Chicago native Xxtra, son of a fireman and health inspector, and the youngest of five, started performing for the purpose of family entertainment at the age of five and moved on to begin his professional career at 13. His first claim to fame was alongside Oprah Winfrey in the made-for-TV film, There Are No Children Here.
After that, he starred in a number of plays at eta Theater and the De La Salle Institute, where Xxtra attended high school.
His early success resulted in him receiving several young leadership awards and raising the school’s profile as one of the top institutions in Illinois for theater.
During this time, Xxtra and DJ Poncho were a part of the dance group Untouchable Unity, better known as U Phi U, which was well-known throughout the city. The group was recognized for their catchy routines and fast-moving feet, better known as “juking.”
Poncho later went on to take this word and make it famous in Chicago and throughout the Nation, while after graduating from high school, Xxtra decided to part ways with the entertainment industry and pursue a career in computer operations.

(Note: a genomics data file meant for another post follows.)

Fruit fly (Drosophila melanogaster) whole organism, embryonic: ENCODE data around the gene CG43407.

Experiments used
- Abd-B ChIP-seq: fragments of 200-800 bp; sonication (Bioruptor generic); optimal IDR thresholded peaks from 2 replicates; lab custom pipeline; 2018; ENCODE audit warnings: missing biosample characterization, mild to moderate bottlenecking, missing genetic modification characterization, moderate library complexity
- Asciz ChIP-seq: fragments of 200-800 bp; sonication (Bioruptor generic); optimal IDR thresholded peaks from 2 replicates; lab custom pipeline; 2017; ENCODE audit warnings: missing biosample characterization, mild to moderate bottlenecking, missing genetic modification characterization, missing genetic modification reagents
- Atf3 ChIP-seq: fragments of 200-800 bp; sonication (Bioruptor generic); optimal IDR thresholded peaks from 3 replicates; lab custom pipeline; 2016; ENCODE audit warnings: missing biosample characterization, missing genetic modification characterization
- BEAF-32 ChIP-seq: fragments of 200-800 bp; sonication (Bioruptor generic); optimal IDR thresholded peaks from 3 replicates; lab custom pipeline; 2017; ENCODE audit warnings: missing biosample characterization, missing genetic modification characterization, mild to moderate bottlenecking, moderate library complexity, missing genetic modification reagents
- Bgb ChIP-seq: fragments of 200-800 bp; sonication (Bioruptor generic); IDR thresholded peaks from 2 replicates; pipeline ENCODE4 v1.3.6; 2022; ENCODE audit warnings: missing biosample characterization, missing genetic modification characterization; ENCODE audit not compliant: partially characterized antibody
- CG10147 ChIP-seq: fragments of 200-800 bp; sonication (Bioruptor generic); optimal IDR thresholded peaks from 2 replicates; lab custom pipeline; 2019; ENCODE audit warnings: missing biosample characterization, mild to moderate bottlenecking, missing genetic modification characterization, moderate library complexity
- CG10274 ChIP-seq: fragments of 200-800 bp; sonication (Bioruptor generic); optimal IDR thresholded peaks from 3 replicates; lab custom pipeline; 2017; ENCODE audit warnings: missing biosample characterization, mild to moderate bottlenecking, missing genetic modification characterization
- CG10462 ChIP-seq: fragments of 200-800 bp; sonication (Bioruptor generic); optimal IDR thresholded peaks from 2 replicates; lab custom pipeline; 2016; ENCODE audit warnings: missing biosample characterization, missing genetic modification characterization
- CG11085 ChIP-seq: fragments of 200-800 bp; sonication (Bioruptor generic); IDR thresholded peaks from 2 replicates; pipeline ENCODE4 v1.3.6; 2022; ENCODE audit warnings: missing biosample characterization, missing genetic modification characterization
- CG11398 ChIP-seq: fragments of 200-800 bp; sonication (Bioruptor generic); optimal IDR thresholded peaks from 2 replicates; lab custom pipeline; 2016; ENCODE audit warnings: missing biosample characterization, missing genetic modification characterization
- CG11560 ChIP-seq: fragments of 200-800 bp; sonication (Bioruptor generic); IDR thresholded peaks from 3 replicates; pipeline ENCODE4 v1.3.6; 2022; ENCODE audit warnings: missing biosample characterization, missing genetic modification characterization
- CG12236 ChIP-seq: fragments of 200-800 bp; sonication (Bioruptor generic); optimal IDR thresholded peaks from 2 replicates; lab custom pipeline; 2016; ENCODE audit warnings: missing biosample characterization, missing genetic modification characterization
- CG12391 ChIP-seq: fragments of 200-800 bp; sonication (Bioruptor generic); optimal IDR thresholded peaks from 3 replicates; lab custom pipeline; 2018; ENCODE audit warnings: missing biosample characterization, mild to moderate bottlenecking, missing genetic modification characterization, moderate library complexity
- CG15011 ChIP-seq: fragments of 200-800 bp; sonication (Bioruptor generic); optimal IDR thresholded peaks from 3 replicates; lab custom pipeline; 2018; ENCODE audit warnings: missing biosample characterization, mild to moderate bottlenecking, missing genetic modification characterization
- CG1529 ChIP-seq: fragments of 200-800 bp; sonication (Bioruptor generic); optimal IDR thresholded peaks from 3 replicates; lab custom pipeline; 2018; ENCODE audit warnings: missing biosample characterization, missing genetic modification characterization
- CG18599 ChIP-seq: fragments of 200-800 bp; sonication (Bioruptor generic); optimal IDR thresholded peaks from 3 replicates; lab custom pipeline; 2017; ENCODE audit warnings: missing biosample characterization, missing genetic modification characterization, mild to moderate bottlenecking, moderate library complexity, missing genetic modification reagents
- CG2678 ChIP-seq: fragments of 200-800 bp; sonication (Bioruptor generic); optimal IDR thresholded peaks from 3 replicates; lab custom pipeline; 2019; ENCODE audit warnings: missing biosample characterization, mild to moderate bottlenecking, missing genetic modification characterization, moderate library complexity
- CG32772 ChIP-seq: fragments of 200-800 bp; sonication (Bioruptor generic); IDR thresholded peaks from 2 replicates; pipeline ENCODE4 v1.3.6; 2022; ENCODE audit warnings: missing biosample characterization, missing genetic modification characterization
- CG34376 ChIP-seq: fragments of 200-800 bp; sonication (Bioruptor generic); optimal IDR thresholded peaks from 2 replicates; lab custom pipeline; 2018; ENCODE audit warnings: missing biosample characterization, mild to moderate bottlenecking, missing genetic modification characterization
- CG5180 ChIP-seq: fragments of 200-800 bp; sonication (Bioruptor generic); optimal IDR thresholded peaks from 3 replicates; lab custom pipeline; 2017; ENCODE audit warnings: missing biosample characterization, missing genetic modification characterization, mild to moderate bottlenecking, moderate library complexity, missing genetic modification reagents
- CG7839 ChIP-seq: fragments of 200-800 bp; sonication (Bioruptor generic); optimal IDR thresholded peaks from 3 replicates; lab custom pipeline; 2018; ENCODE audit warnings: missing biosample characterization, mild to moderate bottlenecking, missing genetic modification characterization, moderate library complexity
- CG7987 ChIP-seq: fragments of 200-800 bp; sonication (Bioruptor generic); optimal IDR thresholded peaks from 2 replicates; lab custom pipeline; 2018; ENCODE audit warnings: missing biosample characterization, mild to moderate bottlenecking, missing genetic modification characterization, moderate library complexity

He later served his term and graduated from college with a degree in accounting, but felt that there was something missing. Xxtra moved back to Chicago and started carrying crates for DJ Poncho during the time he was co-djing for Dunn Ruff, as well as serving as True Enuff’s hype man.
Sparking his creative spirit again, Xxtra decided to start his own record label, Final Level Records. After establishing a roster and successfully recording the group’s first mix tape, with no marketing or publicity, 5,000 copies of the mix tape were sold.
While recording a second mix tape, tragedy fell upon Xxtra and he could no longer carry the label as he once did, with no support from the original artists. This motivated him to continue his career alone, focusing all of his energy on creating music.
With influences such as 2Pac, Scarface, B.I.G, and Jay-Z, Xxtra only felt it was right to come out with a new single Get That Chop, which was described by deejays such as DJ Phantom and DJ VDub as a “good record,” but not a “good single.”
This led him back to the drawing board with the idea to collaborate with Dat Boy Hot to re-introduce Give It to Me Daddy, produced by Xcel.
Greeted with open arms by WGCI and Power 92, Give It to Me Daddy has received a generous amount of radio play. Xxtra has also been recognized by KC 103 in Kansas City, as well as on blog and talk shows in New Jersey and California